When working with parents, I’m often asked things like, “How do I get my child to clean up, eat vegetables, share, follow directions, or be kind?” My go-to response has always been the Premack Principle, commonly known as Grandma’s Rule. Simply put, Grandma’s Rule is a system of reinforcement where a less probable behavior (eating vegetables), is paired with a more probable behavior (eating dessert). To break this down even further, we call this technique “first-then”. First, you must eat your vegetables, and then, you may have dessert.
Instilling intrinsic motivation in our children is not an easy undertaking once they learn to say “no” and begin developing autonomy. Children are motivated from within to play, explore, discover, seek attention, eat, sleep and love. We provide extrinsic motivation with attention, verbal prompts, praise and rewards. With daily routines in place, children know what to expect and what is expected of them. Routines make children feel stable, safe and calm. Age-appropriate tasks should be part of a child’s day. For example, a 3-year-old can begin to help with cleaning up toys and a 5-year-old will most likely know where to put them. Giving children personal responsibility and accountability for their behavior, fosters independence and growth.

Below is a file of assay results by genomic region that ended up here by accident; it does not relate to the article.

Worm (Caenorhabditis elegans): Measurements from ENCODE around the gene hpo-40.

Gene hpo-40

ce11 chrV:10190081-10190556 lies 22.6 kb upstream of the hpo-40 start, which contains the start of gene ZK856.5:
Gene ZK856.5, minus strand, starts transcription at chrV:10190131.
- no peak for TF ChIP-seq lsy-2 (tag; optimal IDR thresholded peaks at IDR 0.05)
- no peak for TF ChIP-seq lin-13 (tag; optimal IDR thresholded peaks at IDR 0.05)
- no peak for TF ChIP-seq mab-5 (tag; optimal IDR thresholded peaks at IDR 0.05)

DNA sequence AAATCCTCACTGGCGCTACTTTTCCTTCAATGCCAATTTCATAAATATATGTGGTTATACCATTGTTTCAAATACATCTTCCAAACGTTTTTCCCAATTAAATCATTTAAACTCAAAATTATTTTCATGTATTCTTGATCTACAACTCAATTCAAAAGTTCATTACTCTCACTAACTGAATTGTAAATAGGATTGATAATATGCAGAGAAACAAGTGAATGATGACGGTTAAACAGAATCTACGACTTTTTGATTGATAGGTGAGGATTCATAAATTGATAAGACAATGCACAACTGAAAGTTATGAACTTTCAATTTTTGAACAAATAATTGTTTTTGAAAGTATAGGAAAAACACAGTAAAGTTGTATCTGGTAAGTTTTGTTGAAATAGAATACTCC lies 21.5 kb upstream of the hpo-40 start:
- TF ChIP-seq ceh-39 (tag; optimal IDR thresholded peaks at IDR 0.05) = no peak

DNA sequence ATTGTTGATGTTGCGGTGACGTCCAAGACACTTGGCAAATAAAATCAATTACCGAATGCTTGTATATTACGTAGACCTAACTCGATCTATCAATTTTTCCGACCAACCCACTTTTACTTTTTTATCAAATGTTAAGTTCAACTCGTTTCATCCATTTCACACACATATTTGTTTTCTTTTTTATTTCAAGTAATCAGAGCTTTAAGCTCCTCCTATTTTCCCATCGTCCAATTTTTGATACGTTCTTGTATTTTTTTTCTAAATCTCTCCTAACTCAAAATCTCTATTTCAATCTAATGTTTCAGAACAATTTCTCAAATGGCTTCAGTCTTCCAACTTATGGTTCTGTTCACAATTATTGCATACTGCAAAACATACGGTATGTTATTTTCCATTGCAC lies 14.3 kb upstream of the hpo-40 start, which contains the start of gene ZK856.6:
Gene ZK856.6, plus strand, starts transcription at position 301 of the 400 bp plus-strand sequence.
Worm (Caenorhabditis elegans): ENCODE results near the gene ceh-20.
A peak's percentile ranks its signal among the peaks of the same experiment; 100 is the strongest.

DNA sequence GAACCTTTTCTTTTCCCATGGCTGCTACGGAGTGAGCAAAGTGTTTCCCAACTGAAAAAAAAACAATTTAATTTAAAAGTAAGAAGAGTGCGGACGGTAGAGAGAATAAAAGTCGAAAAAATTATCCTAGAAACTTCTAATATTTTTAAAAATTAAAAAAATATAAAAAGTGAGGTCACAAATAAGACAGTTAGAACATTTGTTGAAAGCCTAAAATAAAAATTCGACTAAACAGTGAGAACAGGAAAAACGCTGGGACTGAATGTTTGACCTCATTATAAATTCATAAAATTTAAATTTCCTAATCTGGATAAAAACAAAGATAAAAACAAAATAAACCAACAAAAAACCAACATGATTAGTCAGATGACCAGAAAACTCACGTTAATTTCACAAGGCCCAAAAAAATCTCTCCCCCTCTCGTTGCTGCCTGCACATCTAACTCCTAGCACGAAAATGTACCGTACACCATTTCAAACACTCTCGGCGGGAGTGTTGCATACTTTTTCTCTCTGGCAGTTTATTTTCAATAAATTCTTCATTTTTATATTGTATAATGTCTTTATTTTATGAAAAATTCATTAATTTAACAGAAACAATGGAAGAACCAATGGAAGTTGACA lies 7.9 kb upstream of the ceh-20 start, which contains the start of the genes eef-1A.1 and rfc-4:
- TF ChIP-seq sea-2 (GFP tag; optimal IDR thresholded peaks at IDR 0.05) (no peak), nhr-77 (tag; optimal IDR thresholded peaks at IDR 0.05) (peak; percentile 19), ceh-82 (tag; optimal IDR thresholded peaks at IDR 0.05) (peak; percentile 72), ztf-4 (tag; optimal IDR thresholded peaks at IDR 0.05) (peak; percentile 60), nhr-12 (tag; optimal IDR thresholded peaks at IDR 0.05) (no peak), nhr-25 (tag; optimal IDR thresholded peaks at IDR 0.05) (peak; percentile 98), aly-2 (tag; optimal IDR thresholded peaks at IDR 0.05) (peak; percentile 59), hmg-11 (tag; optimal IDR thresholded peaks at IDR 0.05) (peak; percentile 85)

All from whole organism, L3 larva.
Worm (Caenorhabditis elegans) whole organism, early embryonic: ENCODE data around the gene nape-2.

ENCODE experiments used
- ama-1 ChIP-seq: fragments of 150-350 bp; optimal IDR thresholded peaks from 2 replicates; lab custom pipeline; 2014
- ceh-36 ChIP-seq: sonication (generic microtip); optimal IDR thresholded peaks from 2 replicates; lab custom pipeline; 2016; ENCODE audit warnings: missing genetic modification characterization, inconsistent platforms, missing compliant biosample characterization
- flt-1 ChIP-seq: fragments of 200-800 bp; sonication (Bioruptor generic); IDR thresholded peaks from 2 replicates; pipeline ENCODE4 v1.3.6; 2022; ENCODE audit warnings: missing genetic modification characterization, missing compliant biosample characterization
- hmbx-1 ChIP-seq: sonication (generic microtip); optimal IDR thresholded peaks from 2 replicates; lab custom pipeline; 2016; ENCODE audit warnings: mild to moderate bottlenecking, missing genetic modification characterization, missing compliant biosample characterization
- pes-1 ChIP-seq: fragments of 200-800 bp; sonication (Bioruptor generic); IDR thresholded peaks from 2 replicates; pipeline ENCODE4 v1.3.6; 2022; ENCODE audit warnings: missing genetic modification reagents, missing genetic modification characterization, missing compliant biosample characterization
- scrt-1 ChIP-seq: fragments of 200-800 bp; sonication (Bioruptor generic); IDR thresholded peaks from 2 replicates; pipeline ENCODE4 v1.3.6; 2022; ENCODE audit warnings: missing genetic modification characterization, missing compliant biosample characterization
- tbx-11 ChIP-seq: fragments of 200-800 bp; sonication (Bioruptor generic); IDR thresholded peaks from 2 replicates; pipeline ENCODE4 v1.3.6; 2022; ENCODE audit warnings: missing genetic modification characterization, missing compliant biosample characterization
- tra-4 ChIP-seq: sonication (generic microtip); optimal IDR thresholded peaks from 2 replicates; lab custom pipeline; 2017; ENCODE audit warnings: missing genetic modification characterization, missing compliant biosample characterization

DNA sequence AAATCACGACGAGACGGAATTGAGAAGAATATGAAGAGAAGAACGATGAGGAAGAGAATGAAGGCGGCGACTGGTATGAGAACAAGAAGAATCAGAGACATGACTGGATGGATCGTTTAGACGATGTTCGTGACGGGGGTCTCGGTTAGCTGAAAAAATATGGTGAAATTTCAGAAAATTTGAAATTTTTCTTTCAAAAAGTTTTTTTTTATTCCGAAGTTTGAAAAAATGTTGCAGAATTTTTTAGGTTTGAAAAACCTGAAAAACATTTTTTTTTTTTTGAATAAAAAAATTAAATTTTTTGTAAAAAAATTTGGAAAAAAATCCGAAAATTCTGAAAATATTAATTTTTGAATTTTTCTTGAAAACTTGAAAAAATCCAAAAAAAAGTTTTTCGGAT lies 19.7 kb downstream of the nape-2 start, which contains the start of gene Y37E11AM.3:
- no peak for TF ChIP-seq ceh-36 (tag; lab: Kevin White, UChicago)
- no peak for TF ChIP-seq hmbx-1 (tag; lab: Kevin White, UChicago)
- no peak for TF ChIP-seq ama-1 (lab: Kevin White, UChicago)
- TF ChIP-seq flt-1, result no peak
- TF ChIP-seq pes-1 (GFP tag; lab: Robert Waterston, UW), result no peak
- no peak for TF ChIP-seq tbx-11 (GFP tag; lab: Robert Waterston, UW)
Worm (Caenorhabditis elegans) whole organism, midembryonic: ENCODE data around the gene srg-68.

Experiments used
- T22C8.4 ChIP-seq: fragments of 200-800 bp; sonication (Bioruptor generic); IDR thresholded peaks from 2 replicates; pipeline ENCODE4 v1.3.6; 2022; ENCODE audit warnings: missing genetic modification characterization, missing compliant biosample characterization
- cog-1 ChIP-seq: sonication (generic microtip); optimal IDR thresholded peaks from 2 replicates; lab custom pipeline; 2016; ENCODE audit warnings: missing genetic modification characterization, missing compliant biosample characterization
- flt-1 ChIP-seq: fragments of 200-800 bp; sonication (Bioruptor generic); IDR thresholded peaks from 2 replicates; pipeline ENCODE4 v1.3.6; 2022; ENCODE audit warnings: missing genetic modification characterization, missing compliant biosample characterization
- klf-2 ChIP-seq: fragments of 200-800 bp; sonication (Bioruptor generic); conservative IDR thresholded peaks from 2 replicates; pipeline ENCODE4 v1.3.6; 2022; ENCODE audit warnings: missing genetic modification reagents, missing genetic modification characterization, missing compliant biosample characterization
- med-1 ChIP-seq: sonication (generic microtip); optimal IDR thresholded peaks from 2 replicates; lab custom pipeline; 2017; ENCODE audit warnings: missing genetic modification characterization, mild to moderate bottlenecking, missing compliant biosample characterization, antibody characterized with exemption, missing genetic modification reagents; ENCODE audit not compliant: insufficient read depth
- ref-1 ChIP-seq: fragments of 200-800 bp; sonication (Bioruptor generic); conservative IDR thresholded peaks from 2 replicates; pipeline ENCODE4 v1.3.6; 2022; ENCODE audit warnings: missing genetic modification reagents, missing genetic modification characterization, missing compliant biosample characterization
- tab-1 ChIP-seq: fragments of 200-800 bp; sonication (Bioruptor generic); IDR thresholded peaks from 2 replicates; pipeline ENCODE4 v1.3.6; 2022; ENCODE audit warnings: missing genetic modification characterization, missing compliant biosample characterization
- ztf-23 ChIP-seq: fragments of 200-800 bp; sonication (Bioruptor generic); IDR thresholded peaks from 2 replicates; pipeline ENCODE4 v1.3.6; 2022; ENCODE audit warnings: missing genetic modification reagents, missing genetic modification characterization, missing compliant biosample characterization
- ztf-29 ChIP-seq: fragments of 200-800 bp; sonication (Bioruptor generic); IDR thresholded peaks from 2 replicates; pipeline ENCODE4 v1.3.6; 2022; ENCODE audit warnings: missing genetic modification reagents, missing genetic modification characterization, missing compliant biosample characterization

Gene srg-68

One of our most valuable teaching tools as parents is modeling. If we remember that little eyes and ears see and hear everything we do, why not demonstrate daily the best behavior we can?
Diana Diduck, M.S., BCBA, LPC